Plan a Field Trip
George Washington Carver said, "The thoughtful educator realizes that a very large part of the child's education must be gotten outside of the four walls designated as classroom."
George Washington Carver National Monument, birthplace and childhood home of the famous agricultural scientist and educator, was established in 1943 as the first unit of the National Park Service honoring an African American. The park is an excellent setting for students to learn about Carver's life. Curriculum-based field trips are available for all grades K-12.
Field trip packets are full of information for teachers and are also designed to help prepare your students for the visit to the park. Select from the activities in the field trip packet. Please view the field trip packets to find the best program for your group's curriculum needs. Each program features a ranger-led guided tour of the 3/4 mile trail, time to enjoy the interactive exhibits, a lunch break, and a ranger-led classroom lesson. The classroom lesson is what sets each program apart.
Would your students enjoy a hands-on science experiment in the lab and a program on soil conservation? Would they prefer a spelling bee in the one-room school setting while exploring the racial roadblocks young Carver faced? Select Carver's I Can program for grades K-12, and choose either classroom lesson. Click here for the field trip packet.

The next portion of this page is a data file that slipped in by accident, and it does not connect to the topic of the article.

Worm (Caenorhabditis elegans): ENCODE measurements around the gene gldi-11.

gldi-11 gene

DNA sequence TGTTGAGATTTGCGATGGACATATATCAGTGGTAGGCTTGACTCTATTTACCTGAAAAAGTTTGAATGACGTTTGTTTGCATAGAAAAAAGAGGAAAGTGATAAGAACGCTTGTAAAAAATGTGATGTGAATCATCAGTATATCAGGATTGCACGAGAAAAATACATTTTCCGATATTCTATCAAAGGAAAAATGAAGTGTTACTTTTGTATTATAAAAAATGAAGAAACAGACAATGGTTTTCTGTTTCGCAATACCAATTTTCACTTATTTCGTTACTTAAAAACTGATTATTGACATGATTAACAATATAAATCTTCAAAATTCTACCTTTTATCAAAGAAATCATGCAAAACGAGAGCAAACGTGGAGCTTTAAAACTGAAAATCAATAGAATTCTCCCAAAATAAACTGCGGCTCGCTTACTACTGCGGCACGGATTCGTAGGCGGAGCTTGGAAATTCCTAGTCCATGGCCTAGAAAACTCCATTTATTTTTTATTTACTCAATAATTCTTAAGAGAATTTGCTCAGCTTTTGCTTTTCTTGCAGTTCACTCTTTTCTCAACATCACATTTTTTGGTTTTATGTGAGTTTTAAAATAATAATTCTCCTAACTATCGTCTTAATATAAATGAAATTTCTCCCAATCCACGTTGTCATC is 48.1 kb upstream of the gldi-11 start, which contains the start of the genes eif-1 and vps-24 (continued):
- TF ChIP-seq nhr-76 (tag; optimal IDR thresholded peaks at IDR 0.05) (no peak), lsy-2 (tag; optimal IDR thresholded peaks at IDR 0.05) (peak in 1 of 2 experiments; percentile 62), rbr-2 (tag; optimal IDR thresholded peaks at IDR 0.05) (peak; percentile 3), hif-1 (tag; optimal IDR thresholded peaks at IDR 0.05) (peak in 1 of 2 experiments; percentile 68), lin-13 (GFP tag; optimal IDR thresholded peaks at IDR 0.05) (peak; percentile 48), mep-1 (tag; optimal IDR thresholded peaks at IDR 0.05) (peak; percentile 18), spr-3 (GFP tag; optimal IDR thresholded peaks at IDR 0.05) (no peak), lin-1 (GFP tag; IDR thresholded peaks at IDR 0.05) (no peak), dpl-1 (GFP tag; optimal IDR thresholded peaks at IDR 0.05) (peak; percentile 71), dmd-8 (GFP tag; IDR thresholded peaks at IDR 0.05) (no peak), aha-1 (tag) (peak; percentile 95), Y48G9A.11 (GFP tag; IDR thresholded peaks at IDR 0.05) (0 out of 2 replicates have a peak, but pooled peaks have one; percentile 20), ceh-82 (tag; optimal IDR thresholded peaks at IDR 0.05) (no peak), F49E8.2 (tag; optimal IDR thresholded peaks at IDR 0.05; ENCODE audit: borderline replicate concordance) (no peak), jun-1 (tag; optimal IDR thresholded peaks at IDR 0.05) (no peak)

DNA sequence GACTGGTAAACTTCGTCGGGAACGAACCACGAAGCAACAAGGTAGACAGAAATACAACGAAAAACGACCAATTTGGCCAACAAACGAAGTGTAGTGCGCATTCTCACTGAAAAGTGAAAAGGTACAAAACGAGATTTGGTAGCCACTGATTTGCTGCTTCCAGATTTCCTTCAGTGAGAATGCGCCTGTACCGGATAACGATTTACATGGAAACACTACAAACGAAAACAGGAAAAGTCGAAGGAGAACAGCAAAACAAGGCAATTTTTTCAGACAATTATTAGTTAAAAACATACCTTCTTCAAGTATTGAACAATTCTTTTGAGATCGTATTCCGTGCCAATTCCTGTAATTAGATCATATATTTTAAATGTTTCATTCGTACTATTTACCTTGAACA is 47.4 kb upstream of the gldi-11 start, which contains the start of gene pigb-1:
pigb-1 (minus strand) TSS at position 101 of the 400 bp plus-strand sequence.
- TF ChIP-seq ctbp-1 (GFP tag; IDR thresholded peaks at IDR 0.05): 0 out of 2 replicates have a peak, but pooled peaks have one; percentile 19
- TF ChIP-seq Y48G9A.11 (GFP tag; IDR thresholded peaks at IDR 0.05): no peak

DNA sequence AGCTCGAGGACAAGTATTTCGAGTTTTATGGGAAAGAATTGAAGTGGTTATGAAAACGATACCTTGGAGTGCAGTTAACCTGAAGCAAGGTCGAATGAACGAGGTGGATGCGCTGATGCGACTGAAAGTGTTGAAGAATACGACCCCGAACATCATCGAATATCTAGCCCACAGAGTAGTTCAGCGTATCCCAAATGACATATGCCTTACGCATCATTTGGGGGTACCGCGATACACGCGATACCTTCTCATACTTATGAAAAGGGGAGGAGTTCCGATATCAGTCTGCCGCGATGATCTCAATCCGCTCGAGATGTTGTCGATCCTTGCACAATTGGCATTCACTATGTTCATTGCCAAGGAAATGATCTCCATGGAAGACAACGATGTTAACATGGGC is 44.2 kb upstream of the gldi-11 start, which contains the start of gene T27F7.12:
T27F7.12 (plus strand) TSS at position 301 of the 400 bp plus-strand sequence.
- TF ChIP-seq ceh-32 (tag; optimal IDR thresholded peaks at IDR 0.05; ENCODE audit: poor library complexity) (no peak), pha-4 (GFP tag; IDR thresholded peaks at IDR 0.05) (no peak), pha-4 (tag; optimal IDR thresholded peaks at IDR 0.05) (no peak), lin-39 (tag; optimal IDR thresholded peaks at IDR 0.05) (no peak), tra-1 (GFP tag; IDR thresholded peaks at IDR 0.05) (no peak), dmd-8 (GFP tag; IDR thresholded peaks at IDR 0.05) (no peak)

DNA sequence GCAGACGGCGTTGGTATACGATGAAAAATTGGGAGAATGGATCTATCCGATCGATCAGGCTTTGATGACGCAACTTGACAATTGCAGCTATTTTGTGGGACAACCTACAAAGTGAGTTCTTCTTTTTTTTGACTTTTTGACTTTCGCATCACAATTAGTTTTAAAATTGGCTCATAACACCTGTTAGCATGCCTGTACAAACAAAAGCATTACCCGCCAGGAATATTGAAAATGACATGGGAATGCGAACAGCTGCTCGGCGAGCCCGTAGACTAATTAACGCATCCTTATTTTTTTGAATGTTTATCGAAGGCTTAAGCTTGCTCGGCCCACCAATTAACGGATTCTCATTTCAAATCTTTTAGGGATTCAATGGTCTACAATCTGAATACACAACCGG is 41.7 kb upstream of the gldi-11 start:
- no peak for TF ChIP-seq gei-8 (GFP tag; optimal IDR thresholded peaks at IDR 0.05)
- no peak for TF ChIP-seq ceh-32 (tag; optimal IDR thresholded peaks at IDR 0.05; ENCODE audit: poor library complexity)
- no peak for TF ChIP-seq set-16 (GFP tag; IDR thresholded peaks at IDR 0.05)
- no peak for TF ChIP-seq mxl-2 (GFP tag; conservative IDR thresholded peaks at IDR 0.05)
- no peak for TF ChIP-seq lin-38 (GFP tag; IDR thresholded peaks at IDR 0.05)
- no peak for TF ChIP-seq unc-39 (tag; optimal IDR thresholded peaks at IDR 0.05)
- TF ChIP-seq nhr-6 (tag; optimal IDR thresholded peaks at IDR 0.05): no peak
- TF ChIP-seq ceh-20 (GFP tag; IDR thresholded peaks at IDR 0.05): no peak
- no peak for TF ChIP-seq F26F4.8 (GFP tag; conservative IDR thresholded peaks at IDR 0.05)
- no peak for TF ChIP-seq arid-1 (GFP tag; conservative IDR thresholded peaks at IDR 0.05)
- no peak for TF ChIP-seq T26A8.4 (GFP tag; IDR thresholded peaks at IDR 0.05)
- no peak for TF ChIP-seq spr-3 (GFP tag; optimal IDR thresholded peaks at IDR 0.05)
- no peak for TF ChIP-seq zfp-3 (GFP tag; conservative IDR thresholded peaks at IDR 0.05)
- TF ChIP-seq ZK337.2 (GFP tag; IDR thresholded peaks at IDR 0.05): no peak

If your students are especially interested in nature, choose The Plant Doctor for an excellent program engaging the youngest students, K-1, in young Carver's love of nature. Students create the first specimen for their own herbarium. Click here for the field trip packet.
Perhaps your 2nd -3rd grade students would benefit from creating color swatches with paint and taking an art walk inside the visitor center. Students also sketch artwork along the trail. Choose Carver-the Artist. Click here for the field trip packet.
Washing laundry with lye soap on a washboard and working in the corn plot are some of the activities for 4th-6th graders in the 19th Century program. Ranger and VIPs (Volunteers-In-Parks) are dressed in period costume. Click here for the field trip packet.
During a Pioneer Day program, 4th-6th grade students visit stations such as storytelling, laundry, toys & games, and one-room school. Rangers and VIPs (Volunteers-In-Parks) are dressed in period costume. Click here for the field trip packet.
The Self-Guided field trip packet is for those groups who will explore the park on their own. Activities will prepare students for the field trip and outlines the field trip activities. Click here for the field trip packet.
Field trips are FREE of CHARGE but reservations are REQUIRED.
Did You Know?
Moses Carver, a farmer in southwest Missouri, purchased a 13-year old enslaved girl named Mary in 1855. Mary worked mostly around the cabins with Moses's wife, Susan. While enslaved on the farm Mary gave birth to two sons: James and George.